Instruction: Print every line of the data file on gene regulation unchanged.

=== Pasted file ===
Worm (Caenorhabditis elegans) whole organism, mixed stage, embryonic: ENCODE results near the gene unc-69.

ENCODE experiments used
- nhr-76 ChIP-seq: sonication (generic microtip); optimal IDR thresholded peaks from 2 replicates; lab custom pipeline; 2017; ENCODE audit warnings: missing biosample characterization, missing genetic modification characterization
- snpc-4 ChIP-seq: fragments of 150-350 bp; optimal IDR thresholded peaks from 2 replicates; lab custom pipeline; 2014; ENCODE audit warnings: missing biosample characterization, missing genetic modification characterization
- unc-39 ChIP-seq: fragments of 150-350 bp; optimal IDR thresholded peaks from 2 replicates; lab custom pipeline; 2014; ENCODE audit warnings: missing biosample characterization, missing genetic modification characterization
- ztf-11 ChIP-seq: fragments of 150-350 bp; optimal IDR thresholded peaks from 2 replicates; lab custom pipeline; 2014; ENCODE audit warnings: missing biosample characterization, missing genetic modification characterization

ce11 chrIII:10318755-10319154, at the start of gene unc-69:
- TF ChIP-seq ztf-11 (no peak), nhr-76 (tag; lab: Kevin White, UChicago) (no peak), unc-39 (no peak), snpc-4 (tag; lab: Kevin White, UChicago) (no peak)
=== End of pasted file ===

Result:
Worm (Caenorhabditis elegans) whole organism, mixed stage, embryonic: ENCODE results near the gene unc-69.

ENCODE experiments used
- nhr-76 ChIP-seq: sonication (generic microtip); optimal IDR thresholded peaks from 2 replicates; lab custom pipeline; 2017; ENCODE audit warnings: missing biosample characterization, missing genetic modification characterization
- snpc-4 ChIP-seq: fragments of 150-350 bp; optimal IDR thresholded peaks from 2 replicates; lab custom pipeline; 2014; ENCODE audit warnings: missing biosample characterization, missing genetic modification characterization
- unc-39 ChIP-seq: fragments of 150-350 bp; optimal IDR thresholded peaks from 2 replicates; lab custom pipeline; 2014; ENCODE audit warnings: missing biosample characterization, missing genetic modification characterization
- ztf-11 ChIP-seq: fragments of 150-350 bp; optimal IDR thresholded peaks from 2 replicates; lab custom pipeline; 2014; ENCODE audit warnings: missing biosample characterization, missing genetic modification characterization

ce11 chrIII:10318755-10319154, at the start of gene unc-69:
- TF ChIP-seq ztf-11 (no peak), nhr-76 (tag; lab: Kevin White, UChicago) (no peak), unc-39 (no peak), snpc-4 (tag; lab: Kevin White, UChicago) (no peak)